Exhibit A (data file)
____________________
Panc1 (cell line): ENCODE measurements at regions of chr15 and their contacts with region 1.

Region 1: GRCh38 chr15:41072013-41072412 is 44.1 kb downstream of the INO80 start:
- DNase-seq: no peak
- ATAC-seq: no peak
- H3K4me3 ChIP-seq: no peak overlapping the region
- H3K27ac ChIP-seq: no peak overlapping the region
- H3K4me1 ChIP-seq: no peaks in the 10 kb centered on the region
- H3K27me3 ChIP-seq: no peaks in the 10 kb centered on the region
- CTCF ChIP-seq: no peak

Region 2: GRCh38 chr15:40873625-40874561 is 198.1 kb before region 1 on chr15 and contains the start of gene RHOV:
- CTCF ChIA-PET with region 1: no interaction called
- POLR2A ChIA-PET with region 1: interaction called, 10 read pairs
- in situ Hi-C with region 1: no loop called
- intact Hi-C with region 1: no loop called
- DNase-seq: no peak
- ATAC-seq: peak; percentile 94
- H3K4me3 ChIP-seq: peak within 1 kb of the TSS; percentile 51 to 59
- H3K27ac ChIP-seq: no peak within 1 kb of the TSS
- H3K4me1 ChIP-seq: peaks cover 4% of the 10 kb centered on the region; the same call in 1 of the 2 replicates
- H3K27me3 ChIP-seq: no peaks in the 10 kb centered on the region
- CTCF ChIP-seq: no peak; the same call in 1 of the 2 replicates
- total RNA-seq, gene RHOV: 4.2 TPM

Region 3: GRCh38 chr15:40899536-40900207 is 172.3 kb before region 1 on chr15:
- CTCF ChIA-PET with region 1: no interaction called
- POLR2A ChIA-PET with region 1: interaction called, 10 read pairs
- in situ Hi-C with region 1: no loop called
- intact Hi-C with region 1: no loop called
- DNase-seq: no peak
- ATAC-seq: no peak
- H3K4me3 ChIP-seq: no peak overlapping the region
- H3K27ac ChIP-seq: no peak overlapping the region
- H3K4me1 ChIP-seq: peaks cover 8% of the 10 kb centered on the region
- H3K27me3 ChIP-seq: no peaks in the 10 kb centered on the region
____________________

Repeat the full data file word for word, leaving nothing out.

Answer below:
Panc1 (cell line): ENCODE measurements at regions of chr15 and their contacts with region 1.

Region 1: GRCh38 chr15:41072013-41072412 is 44.1 kb downstream of the INO80 start:
- DNase-seq: no peak
- ATAC-seq: no peak
- H3K4me3 ChIP-seq: no peak overlapping the region
- H3K27ac ChIP-seq: no peak overlapping the region
- H3K4me1 ChIP-seq: no peaks in the 10 kb centered on the region
- H3K27me3 ChIP-seq: no peaks in the 10 kb centered on the region
- CTCF ChIP-seq: no peak

Region 2: GRCh38 chr15:40873625-40874561 is 198.1 kb before region 1 on chr15 and contains the start of gene RHOV:
- CTCF ChIA-PET with region 1: no interaction called
- POLR2A ChIA-PET with region 1: interaction called, 10 read pairs
- in situ Hi-C with region 1: no loop called
- intact Hi-C with region 1: no loop called
- DNase-seq: no peak
- ATAC-seq: peak; percentile 94
- H3K4me3 ChIP-seq: peak within 1 kb of the TSS; percentile 51 to 59
- H3K27ac ChIP-seq: no peak within 1 kb of the TSS
- H3K4me1 ChIP-seq: peaks cover 4% of the 10 kb centered on the region; the same call in 1 of the 2 replicates
- H3K27me3 ChIP-seq: no peaks in the 10 kb centered on the region
- CTCF ChIP-seq: no peak; the same call in 1 of the 2 replicates
- total RNA-seq, gene RHOV: 4.2 TPM

Region 3: GRCh38 chr15:40899536-40900207 is 172.3 kb before region 1 on chr15:
- CTCF ChIA-PET with region 1: no interaction called
- POLR2A ChIA-PET with region 1: interaction called, 10 read pairs
- in situ Hi-C with region 1: no loop called
- intact Hi-C with region 1: no loop called
- DNase-seq: no peak
- ATAC-seq: no peak
- H3K4me3 ChIP-seq: no peak overlapping the region
- H3K27ac ChIP-seq: no peak overlapping the region
- H3K4me1 ChIP-seq: peaks cover 8% of the 10 kb centered on the region
- H3K27me3 ChIP-seq: no peaks in the 10 kb centered on the region